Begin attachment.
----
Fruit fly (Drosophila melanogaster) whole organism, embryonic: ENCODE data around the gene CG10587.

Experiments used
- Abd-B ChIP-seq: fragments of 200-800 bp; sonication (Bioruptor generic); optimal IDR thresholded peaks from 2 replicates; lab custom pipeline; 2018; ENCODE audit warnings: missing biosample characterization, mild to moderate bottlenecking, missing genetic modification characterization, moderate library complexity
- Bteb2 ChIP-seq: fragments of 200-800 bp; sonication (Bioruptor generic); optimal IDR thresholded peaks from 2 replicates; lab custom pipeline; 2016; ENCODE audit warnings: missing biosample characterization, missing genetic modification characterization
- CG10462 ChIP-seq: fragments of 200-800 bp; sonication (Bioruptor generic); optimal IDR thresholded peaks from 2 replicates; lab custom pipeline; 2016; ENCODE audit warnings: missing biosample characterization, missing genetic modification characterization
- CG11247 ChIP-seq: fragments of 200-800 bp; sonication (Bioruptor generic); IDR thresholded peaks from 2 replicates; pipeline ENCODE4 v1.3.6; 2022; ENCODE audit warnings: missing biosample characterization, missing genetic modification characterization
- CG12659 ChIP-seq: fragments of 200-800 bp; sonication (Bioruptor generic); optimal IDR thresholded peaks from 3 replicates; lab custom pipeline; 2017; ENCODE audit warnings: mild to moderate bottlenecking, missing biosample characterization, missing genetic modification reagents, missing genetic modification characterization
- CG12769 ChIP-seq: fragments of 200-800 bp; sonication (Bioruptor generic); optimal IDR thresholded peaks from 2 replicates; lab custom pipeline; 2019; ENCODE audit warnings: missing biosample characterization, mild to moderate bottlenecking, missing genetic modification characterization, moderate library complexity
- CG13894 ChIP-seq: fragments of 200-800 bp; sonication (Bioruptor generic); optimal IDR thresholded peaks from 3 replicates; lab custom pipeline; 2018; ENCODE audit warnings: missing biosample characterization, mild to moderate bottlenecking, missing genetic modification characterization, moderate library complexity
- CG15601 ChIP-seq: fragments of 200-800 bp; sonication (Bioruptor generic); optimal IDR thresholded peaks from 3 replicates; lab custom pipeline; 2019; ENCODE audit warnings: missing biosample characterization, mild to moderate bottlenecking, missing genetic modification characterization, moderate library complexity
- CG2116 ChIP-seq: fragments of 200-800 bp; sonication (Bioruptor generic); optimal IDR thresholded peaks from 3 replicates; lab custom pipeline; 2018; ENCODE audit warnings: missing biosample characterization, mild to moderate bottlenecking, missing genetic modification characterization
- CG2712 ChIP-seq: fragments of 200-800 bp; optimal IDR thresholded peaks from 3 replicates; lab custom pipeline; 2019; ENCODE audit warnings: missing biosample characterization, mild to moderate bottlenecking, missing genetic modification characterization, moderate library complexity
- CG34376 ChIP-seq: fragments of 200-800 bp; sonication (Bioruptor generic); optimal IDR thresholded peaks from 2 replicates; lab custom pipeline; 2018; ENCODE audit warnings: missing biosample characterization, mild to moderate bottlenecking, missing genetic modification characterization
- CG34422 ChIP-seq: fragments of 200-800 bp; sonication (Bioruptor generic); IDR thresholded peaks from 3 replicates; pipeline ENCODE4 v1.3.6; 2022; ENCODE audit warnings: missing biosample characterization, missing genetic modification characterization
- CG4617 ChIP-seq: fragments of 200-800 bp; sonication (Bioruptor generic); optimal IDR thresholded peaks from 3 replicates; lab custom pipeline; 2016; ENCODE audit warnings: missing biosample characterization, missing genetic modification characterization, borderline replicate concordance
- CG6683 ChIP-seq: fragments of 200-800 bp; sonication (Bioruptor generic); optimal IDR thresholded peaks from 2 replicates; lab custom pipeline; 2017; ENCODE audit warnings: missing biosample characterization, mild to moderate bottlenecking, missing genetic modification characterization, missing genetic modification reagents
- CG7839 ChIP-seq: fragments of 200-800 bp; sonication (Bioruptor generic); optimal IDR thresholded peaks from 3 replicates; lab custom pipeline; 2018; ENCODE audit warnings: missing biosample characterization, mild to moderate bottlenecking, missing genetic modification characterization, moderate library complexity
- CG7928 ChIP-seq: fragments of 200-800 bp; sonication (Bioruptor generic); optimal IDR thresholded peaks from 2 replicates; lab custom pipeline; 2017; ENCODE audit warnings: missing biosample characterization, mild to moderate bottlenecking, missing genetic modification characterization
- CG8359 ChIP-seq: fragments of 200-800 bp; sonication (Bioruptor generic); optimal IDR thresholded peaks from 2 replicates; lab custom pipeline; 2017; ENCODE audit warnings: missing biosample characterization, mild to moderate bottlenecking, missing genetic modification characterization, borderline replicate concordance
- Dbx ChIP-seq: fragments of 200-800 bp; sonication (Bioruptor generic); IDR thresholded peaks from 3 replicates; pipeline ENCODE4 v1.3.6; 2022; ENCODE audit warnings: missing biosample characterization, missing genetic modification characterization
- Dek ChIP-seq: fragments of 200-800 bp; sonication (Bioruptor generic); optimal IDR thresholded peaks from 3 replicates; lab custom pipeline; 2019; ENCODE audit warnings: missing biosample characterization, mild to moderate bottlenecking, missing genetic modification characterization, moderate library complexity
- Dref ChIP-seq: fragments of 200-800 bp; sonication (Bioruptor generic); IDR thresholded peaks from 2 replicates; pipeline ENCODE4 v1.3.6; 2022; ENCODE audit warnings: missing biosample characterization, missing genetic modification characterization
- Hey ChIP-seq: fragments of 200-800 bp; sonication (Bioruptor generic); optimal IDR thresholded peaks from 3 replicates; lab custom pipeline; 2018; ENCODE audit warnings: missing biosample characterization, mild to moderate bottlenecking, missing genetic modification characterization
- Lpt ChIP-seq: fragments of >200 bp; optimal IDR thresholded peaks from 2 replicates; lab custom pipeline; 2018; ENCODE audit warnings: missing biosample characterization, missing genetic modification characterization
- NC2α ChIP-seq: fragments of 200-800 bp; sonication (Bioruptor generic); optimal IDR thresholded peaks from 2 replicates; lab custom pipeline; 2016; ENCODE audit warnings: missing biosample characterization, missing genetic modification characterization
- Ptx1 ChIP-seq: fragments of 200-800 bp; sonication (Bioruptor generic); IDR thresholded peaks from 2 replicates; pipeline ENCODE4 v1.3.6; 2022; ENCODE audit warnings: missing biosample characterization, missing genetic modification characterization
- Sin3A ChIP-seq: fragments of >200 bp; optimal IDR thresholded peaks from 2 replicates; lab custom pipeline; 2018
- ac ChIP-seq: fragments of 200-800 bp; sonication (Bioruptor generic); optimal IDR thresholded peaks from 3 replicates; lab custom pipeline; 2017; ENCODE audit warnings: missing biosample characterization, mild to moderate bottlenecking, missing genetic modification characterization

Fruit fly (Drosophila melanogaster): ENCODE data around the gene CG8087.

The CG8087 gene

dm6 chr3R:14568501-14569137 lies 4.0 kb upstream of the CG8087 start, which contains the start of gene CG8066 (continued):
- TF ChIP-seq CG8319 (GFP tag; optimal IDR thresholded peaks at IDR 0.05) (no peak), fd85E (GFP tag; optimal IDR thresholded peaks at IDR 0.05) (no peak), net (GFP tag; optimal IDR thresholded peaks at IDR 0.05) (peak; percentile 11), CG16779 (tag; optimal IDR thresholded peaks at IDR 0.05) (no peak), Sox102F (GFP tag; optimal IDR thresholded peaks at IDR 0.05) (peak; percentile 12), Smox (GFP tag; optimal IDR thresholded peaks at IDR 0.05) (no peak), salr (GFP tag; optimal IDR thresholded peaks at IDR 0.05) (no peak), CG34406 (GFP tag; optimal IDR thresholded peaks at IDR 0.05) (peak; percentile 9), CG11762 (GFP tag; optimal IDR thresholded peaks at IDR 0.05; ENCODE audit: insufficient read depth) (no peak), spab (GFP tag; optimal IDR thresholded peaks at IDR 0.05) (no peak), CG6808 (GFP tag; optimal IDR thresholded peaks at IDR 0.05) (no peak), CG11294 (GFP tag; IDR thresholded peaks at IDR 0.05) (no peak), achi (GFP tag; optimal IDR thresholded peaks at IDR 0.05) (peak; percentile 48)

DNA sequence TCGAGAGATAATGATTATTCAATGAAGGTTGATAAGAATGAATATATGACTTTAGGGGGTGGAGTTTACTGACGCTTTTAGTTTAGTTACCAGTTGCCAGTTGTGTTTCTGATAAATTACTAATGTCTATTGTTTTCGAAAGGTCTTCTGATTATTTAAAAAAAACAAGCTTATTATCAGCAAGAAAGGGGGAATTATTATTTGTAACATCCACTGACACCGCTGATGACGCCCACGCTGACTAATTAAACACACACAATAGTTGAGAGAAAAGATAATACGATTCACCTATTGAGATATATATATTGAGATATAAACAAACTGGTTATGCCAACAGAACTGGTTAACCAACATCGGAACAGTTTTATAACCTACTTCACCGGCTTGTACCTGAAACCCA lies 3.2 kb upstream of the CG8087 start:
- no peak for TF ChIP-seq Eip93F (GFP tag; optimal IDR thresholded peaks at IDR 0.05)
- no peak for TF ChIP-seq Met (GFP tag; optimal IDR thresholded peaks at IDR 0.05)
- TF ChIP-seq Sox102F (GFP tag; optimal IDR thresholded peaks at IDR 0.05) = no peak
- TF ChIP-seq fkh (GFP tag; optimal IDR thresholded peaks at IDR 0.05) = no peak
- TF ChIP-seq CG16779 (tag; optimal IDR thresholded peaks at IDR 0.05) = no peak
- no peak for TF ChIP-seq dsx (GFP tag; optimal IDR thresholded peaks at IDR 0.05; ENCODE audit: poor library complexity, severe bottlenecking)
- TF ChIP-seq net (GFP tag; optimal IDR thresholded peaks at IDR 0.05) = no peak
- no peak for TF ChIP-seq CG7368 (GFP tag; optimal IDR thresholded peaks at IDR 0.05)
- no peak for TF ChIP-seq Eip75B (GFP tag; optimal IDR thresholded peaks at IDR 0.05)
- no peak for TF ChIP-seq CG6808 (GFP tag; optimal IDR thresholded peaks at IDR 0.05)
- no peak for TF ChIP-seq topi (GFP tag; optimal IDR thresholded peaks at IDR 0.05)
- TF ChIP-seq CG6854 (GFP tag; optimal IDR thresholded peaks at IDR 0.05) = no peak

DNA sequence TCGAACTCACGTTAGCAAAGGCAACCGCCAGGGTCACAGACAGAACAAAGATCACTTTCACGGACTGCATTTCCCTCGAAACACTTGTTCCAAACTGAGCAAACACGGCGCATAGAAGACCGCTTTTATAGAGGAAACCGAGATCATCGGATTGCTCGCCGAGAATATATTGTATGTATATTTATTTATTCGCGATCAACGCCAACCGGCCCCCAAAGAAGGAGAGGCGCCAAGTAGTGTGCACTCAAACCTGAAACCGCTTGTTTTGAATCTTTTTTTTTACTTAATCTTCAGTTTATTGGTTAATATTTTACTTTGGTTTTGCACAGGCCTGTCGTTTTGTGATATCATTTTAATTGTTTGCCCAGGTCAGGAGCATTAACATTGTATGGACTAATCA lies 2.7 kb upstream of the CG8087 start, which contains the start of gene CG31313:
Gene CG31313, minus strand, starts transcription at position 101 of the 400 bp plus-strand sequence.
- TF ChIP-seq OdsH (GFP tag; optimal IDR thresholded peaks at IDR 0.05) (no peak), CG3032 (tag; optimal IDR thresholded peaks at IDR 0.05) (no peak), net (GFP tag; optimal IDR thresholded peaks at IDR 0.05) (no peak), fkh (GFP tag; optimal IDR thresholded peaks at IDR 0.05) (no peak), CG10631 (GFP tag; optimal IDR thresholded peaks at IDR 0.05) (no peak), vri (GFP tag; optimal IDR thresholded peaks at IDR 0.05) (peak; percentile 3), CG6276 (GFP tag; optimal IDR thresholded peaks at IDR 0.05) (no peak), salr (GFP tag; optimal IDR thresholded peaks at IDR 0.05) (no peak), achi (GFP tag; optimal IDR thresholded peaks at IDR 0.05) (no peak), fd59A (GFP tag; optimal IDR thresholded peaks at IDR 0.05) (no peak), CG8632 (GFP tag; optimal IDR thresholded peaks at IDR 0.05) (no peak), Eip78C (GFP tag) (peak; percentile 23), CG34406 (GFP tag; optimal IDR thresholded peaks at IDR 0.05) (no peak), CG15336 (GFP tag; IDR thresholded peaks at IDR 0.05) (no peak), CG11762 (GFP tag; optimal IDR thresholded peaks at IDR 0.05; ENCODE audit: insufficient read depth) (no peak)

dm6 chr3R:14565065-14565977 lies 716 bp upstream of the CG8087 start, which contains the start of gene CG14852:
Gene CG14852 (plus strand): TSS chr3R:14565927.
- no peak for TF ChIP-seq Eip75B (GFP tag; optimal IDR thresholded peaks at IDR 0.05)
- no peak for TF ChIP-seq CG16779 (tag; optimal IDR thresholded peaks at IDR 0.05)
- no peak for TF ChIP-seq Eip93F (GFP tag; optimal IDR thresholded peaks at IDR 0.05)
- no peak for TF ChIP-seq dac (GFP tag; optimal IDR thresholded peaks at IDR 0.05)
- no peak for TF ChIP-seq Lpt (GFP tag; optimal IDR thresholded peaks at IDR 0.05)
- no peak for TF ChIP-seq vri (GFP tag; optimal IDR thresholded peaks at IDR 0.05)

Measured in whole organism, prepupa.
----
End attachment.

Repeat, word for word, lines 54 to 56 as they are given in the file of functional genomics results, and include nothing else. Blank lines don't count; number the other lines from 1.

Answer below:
- no peak for TF ChIP-seq dac (GFP tag; optimal IDR thresholded peaks at IDR 0.05)
- no peak for TF ChIP-seq Lpt (GFP tag; optimal IDR thresholded peaks at IDR 0.05)
- no peak for TF ChIP-seq vri (GFP tag; optimal IDR thresholded peaks at IDR 0.05)